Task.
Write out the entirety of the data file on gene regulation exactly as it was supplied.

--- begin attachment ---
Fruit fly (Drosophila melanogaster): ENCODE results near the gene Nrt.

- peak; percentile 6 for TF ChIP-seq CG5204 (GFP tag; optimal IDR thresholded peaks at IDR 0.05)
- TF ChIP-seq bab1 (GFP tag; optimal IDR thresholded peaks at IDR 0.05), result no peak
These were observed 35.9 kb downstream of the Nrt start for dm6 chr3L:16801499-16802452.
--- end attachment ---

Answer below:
Fruit fly (Drosophila melanogaster): ENCODE results near the gene Nrt.

- peak; percentile 6 for TF ChIP-seq CG5204 (GFP tag; optimal IDR thresholded peaks at IDR 0.05)
- TF ChIP-seq bab1 (GFP tag; optimal IDR thresholded peaks at IDR 0.05), result no peak
These were observed 35.9 kb downstream of the Nrt start for dm6 chr3L:16801499-16802452.